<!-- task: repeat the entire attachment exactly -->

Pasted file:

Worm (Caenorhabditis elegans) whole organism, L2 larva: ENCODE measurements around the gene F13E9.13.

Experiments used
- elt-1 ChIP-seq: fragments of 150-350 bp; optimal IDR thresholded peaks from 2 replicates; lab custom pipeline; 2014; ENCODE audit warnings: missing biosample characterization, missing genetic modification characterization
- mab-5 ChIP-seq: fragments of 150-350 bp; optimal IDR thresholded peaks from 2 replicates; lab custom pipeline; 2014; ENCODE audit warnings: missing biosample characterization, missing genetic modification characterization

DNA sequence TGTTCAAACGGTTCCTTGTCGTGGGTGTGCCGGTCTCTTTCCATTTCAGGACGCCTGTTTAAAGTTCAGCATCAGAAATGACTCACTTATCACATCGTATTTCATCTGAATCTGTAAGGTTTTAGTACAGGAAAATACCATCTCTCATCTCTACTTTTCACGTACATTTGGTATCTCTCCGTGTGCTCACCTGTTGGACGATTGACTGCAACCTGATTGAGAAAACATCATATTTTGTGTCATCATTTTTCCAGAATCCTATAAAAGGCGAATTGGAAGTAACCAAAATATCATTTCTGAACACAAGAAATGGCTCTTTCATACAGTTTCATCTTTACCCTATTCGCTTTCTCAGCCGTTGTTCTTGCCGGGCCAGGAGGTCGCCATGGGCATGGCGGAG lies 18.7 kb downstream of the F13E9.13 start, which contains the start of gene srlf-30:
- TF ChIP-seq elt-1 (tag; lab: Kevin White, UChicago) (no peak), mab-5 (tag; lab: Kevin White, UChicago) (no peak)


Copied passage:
Worm (Caenorhabditis elegans) whole organism, L2 larva: ENCODE measurements around the gene F13E9.13.

Experiments used
- elt-1 ChIP-seq: fragments of 150-350 bp; optimal IDR thresholded peaks from 2 replicates; lab custom pipeline; 2014; ENCODE audit warnings: missing biosample characterization, missing genetic modification characterization
- mab-5 ChIP-seq: fragments of 150-350 bp; optimal IDR thresholded peaks from 2 replicates; lab custom pipeline; 2014; ENCODE audit warnings: missing biosample characterization, missing genetic modification characterization

DNA sequence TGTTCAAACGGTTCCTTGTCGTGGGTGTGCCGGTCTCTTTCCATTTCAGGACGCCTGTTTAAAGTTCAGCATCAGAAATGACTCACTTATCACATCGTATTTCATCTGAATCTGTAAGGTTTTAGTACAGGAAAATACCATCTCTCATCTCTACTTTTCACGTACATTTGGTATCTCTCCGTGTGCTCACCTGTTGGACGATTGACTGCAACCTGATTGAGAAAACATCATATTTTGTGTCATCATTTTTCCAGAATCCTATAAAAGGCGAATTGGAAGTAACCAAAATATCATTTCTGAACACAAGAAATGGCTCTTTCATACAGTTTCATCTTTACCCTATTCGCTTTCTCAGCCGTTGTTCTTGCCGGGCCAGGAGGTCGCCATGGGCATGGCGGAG lies 18.7 kb downstream of the F13E9.13 start, which contains the start of gene srlf-30:
- TF ChIP-seq elt-1 (tag; lab: Kevin White, UChicago) (no peak), mab-5 (tag; lab: Kevin White, UChicago) (no peak)